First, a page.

Austerity dominates UN questions for Irish Government
10 December 2014
Questions raised by a United Nations committee in Geneva this week ask the Irish Government to explain how it is ensuring that the privatisation of water services will not affect the right of everyone to enjoy affordable and quality water and also query the availability and development of community-based mental health care services as well as services for older people and people with disabilities.
These queries are from a series of twenty-eight questions raised by members of the United Nations Committee on Economic, Social and Cultural Rights as part of their scrutiny of Ireland’s record on the protection of rights over the past decade. The Committee is also seeking more information on work rights and conditions, social security, physical and mental health, education, adequacy of housing, Traveller ethnicity and rural broadband.
According to FLAC (Free Legal Advice Centres) which co-ordinated information to the Committee from over 50 non-governmental organisations, while the Government had submitted a report to the Committee in 2010, much of the information is out of date. The legal rights body said that the Committee needs up-to-date information from the Government as well as receiving FLAC’s report and submissions from the Irish Human Rights and Equality Commission, other non-governmental organisations and interested individuals. All of the information will be considered in a full UN examination of Ireland’s record on economic, social and cultural human rights in June 2015.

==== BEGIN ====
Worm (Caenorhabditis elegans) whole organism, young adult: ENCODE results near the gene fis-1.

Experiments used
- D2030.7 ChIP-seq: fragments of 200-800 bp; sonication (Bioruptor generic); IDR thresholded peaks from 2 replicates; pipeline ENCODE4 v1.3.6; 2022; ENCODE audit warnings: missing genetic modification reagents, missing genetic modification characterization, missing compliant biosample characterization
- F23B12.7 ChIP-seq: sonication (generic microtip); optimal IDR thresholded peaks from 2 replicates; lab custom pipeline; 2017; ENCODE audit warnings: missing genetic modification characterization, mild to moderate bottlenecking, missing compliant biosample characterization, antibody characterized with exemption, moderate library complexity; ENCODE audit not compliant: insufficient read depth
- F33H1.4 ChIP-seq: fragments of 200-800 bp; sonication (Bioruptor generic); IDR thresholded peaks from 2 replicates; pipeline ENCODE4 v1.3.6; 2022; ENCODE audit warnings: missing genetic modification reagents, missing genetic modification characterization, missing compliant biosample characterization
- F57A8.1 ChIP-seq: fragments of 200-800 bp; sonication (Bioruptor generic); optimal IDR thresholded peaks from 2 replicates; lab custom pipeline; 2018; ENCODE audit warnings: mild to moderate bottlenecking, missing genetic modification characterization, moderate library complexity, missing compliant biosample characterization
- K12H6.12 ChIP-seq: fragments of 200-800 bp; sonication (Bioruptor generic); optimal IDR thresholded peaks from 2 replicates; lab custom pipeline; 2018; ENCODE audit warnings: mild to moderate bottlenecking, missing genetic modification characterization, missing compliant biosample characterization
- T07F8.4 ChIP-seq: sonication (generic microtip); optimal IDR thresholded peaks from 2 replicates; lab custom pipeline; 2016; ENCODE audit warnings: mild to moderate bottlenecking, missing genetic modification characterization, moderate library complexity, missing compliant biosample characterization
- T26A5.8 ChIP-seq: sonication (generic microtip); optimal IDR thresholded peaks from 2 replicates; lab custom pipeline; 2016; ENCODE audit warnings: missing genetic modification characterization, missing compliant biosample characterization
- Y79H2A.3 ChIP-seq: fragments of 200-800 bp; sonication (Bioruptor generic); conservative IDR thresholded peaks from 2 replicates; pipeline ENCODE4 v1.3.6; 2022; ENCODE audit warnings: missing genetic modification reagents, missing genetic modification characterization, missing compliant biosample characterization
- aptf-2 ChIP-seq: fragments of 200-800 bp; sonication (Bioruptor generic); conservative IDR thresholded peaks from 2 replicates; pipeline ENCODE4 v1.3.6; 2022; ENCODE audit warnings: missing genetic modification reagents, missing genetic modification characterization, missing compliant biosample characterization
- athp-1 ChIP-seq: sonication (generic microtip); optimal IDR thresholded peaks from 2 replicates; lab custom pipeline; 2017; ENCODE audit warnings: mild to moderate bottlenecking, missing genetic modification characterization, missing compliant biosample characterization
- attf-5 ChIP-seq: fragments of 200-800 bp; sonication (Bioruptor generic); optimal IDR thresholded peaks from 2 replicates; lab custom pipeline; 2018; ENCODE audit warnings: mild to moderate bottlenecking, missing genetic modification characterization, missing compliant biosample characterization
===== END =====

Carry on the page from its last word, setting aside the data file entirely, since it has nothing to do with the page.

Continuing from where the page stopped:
“Overshadowing the entire list of issues is the spectre of austerity,” commented FLAC’s Director General Noeline Blackwell. “The questions raised by the expert UN Committee point to concerns about the extent to which the fundamental human rights of people in Ireland suffered in recent years, especially if people were already vulnerable or at risk of discrimination. The information that the Committee has from the Government pre-dates the austerity programme of the Troika and therefore does not give a real picture of the battering that many people took in this recession. ‘Our Voice Our Rights’ [the FLAC-coordinated report] shows that the problems haven’t gone away – many still suffer.”
The questions, framed in a neutral way, ask the Irish State to provide evidence that Ireland is progressively meeting obligations under the International Covenant on Economic, Social and Cultural Rights. Ireland signed and ratified the Covenant twenty-five years ago, in December 1989. The Irish Government must now consider this list of questions and provide its response over the next weeks. Its report, the response and the parallel reports - from both civil society organisations and the Irish Human Rights and Equality Commission - will form the basis of the examination of Ireland’s record by the Committee in June 2015.
Ms Blackwell added, “There is no system within Ireland that will allow for an objective and thorough examination of how human rights have been respected or not during the last tough years of the recession which is why this UN process is so valuable. The reports filed by FLAC from voluntary organisations, unions and others, showed that people really feel that the State did not take proper account of human rights while we were under the National Recovery Plan, across the whole range of issues from rural broadband to community-based health services to Traveller ethnicity.
“FLAC and all the organisations involved in the compilation of ‘Our Voice, Our Rights’ now hope the Government will respond speedily to the Committee’s questions,” she concluded.